Webinar 3: Developing just in time adaptive interventions (JITAIs) to counter stress: Promises and pitfalls

By Andreas Schwerdtfeger



Unobtrusively identifying adverse psychosocial states in everyday life would offer intriguing possibilities to trigger just in time adaptive interventions (JITAIs) to restore wellbeing and health.

Meanwhile, algorithms have been developed to predict psychosocial states by means of cardiac data (so-called additional, non-metabolic heart rate variability reductions; AddHRVr).

In this webinar, I will briefly introduce the main idea behind this approach and present some data on validating algorithms.
In short, although simulation studies on the functioning of an AddHRVr algorithm to predict psychological states work well, probing such algorithms in real time-mode is challenging.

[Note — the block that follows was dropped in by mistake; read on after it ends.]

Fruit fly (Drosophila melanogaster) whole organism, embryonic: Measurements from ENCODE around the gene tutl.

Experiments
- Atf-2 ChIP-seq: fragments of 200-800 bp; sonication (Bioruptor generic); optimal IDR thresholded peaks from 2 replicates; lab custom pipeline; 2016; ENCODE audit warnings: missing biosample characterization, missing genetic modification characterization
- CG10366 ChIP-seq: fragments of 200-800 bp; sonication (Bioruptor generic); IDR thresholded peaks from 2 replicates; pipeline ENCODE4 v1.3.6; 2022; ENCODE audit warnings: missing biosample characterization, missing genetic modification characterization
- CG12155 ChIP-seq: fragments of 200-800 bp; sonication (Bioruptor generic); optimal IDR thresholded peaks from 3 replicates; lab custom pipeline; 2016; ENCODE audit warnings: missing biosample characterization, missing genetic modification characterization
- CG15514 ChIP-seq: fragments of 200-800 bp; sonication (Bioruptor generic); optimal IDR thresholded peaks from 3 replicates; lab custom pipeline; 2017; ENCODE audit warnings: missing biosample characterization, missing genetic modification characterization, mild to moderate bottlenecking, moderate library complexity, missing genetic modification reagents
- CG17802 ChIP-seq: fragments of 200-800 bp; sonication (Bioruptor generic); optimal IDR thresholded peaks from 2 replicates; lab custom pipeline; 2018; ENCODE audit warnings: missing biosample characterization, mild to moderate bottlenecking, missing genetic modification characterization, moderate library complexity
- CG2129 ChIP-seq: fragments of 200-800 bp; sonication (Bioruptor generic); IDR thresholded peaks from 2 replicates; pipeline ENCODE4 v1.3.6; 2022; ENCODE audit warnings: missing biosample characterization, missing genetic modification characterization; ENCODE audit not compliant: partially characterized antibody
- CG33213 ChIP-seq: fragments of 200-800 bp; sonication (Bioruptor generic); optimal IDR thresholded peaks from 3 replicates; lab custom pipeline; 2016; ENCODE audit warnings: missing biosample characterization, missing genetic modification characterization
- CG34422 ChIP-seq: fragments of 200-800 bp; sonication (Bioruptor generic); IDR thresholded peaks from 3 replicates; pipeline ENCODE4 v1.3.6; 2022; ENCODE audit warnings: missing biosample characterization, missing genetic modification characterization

Thus, applying physiological algorithms in the field to trigger JITAIs for eHealth and mHealth interventions seems premature.

To conclude, the road to JITAIs by means of physiological triggers remains attractive, but it is hampered by several roadblocks and unresolved potholes. Possible solutions will be presented.



Andreas Schwerdtfeger is professor and head of the health psychology unit at the University of Graz, Austria.
He received his Diploma in 1996 at the University of Freiburg (Germany) and his Ph.D. at the University of Wuppertal (Germany).
He was assistant professor (Juniorprofessor) in health psychology at the University of Mainz (from 2003 to 2011) and professor in health psychology and applied diagnostics at the University of Wuppertal (2016-2017).
His research activities focus on cardiovascular psychophysiology, stress and emotion, psychosocial resources and resilience, and psychophysiological ecological momentary assessment.
He is associate editor of Anxiety, Stress, & Coping and European Journal of Health Psychology.


With the support of 

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